Tuesday, 6 March 2012

Drink to me only

I suppose I am not alone in that I frequently have a tune running round in my head, but there may not be quite so many who can claim that they have a tune running round almost constantly in the way I do. Generally the tune is one I have heard on the CD playing in the car; occasionally it might be the theme tune from a television show; sometimes - but rarely - it might be a snatch of music from a television advertisement. The other evening, however, a rather surprising tune came into my head quite uninvited and out of the blue. Unusually, I even started singing the words (the Old Bat and I were washing up at the time - not that that piece of information has any bearing whatsoever on the music).
Drink to me only with thine eyes
And I will pledge with mine.
Or leave a kiss within the cup
And I'll not ask for wine.

Diddly-diddly-diddly doth ask a drink divine,
But might I of Jove's nectar sip
I would not change for thine.
As you see, I don't remember all the words. In fact, it is really quite surprising that I remember as many of the words as I do, given that it is more than fifty years since I last sang this song. Indeed, it is, as far as I can remember, more than fifty years since I last heard the tune played, so just why it sprang into my mind the other evening is and will remain a mystery.

I wrote fifty years ago, but my maths were letting me down. On reflection I realise that it was actually much nearer sixty years than fifty. At that time I was a pupil at Gillingham Grammar School for Boys. In the first two or three years, when we were aged from 11 to 13, we "studied" music along with the usual range of other subjects. I used inverted commas round the word "studied" as our music teacher, Mr Wilson, had a rather narrow view of how the subject should be taught. His idea was that during the lesson each pupil should have a copy of a book of songs - words and music (melody only) - and would sing the songs as he played the piano. The only songs in that book, or maybe the only ones we ever got to sing, were traditional English songs such as Drink to Me Only, The Ash Grove, Fair Lass of Richmond Hill. What on earth made him think that 12- and 13-year-old boys might learn something by singing those songs is still beyond me.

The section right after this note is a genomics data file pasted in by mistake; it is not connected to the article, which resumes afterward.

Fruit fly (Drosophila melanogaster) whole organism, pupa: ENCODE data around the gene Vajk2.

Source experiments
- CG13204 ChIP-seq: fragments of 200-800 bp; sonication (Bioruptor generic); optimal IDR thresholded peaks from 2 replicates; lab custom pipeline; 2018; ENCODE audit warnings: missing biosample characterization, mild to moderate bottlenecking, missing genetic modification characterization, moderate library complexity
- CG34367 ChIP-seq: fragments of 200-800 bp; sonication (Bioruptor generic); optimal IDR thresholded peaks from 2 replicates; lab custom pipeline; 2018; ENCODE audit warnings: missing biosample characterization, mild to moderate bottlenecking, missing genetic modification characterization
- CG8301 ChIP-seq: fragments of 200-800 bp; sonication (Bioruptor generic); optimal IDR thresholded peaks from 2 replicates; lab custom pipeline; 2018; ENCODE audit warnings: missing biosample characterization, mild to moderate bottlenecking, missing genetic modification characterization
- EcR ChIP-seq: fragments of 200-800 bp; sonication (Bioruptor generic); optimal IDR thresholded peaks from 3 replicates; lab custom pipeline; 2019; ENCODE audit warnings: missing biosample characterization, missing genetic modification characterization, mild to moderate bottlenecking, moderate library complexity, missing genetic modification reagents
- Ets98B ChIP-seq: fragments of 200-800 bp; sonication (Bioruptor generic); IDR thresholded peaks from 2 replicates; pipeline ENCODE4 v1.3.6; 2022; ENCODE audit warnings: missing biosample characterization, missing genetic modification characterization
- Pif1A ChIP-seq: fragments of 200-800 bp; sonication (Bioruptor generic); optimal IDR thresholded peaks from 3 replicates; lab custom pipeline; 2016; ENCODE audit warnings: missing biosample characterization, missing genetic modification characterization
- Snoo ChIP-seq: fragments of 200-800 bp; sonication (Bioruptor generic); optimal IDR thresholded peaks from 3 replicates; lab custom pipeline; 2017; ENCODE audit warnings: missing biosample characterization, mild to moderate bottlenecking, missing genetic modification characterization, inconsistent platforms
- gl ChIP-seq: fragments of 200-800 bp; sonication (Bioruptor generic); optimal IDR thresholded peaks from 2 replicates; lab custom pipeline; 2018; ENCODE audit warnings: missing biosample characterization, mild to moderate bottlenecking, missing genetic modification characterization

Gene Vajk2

But then, Mr Wilson (I just cannot remember his nickname) was just one of a collection of eccentric - or even oddball - teachers at that school in those days not so very long after the war. Maybe I'll come back to the subject in a day or two.

4 comments:

Stephen Hayes said...

These sorts of teachers seem to pop up regularly in fiction and movies, don't they? Only they're shown now in a sympathetic light.

Uncle Skip, said...

It's strange. I can comment here, but not on my own blog?
It must have something to do with how the comments are set up in blogger

Buck said...

I don't mind having a song running thru my head as long as it's one I like. But all too often I'll get an ear-worm of sumthin' I absolutely cannot STAND and that drives me nuts.

The Broad said...

Strangely enough, this morning on BBC Breakfast one of the subjects they were discussing was this phenomenon of tunes that pop into ones head. They are called 'ear worms' and someone is doing research on them! In addition last night had trouble going to sleep because of some tune or another going round and round and now only a few hours later, I cannot remember what it was!